From all the time I’ve invested into Metal Gear Survive, only two aspects of the microtransactions truly have an impact in actual gameplay, both unlocked midway through the single-player campaign. The first is additional exploration teams that can be sent out to scavenge up supplies that require being sent out with leftover equipment and rations to come back successfully. The other is a sort of boost doubler, increasing the gains on everything from Kuban Energy (the main currency for experience and crafting, much like the Souls of Dark Souls) and Mother Base resources. For my review, I spent a few bucks to purchase the 7-day premium boost and was suddenly afloat with more clean water and potatoes than I knew what to do with and even this one purchase alone didn’t come close to the $20 difference that Metal Gear Survive has versus a full-priced video game.
Metal Gear Survive is a fitting end to a storied legacy that first began in the 8-bit era. While the connections to the proper Metal Gear mythos are tenuous at best, what’s hiding beneath the surface of Metal Gear Survive is one of the greatest titles in the survival genre to ever reach gamers’ hands. The online co-op missions have had me hooked for a week now and I am still finding new tools and strategies to fend off wanderers.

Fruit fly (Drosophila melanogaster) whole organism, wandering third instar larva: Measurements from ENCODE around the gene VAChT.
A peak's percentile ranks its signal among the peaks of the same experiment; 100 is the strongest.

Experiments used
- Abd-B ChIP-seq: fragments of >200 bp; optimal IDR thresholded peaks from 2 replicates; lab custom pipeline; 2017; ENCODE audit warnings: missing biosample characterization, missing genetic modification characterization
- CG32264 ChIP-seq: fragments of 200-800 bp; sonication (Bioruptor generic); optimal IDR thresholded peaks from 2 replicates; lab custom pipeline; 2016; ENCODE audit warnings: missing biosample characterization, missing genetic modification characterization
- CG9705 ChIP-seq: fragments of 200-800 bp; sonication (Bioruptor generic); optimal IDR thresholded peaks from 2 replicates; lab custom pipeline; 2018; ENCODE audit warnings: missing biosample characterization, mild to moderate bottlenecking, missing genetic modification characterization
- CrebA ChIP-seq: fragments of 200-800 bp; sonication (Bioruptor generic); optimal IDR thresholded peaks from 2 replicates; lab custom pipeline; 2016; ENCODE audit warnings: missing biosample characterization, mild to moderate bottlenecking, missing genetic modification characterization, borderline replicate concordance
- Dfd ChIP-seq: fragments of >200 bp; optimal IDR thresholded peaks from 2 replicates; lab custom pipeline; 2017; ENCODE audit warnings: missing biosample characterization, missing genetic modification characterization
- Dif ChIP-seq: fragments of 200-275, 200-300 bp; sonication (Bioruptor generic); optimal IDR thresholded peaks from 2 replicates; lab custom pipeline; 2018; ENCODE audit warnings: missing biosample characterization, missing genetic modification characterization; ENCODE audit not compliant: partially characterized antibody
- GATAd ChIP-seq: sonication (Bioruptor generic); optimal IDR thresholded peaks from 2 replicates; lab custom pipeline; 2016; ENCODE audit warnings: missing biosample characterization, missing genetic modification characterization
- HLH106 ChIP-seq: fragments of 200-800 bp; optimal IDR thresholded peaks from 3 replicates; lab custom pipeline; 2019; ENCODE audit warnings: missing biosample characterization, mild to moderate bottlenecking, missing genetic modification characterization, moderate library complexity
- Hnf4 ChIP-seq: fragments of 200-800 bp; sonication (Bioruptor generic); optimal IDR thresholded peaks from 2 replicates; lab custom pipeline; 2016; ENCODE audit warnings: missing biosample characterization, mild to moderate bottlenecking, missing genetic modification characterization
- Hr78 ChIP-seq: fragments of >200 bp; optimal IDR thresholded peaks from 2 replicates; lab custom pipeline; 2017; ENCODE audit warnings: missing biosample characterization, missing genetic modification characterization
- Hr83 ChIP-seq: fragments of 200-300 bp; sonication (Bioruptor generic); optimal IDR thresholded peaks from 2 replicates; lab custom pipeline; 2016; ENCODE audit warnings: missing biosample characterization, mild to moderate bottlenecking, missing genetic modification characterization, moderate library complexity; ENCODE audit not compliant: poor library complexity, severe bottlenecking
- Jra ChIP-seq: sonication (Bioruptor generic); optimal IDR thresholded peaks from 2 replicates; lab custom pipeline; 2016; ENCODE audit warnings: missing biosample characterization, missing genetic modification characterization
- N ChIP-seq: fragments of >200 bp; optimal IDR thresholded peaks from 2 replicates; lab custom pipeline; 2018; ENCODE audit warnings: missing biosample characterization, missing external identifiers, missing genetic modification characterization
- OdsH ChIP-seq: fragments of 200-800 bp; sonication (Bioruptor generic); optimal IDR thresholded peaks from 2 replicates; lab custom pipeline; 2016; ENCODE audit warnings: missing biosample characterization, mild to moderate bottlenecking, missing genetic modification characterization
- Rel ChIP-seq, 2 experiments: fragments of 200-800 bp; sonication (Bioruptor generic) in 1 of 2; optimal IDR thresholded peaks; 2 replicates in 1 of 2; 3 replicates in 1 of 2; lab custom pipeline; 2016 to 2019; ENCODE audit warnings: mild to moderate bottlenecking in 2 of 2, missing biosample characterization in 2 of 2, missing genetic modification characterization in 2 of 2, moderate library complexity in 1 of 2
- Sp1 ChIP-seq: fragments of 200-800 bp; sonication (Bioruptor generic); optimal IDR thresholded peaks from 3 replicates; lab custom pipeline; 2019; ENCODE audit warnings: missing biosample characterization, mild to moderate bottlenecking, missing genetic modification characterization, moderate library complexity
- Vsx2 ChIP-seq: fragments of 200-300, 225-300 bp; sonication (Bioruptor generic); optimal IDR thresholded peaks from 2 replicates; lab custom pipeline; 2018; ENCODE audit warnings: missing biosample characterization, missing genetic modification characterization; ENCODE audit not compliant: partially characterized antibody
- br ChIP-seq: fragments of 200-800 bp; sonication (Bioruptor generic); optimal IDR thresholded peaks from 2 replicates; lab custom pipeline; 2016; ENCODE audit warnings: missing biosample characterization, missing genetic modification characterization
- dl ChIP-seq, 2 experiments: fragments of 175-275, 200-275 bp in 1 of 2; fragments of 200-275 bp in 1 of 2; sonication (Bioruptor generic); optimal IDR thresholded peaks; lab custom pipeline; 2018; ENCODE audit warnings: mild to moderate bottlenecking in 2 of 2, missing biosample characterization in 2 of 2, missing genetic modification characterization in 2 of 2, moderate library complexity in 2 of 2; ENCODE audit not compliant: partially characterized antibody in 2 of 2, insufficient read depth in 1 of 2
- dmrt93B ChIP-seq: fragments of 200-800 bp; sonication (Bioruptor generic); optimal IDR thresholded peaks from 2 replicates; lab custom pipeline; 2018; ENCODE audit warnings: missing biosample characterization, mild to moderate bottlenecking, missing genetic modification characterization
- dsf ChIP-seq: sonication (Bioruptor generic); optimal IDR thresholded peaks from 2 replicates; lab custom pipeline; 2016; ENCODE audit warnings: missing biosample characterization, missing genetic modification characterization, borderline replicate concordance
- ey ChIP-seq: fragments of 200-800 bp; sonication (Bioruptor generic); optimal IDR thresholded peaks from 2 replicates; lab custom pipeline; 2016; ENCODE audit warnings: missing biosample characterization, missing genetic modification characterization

Despite the backlash from fans decrying that Metal Gear Survive isn’t a true Metal Gear game, what’s available in this $40 package is a hundred-plus hours of one of the most polished survival games to ever make it onto consoles.
- Musical tributes to previous Konami games, from Contra to Policenauts and Zone of the Enders, in hidden cassette tapes
- Resources become much more manageable with later base progression
- Wave defense and horde modes are much better with friends
- While the ties to the Metal Gear franchise are limited, the story still contains some notable twists and revelations
- Co-op teamwork and combining tactics together in unexpected ways feels amazing
- Early game can be slow and punishing between little food supplies and limited defensive resources
- Much of the interesting secrets are hidden in the back half of the game after the credits roll
- Online-only requirement, even when playing through the campaign alone
- The choices for monetization and microtransactions, such as additional character slots, feel like a cheap cashgrab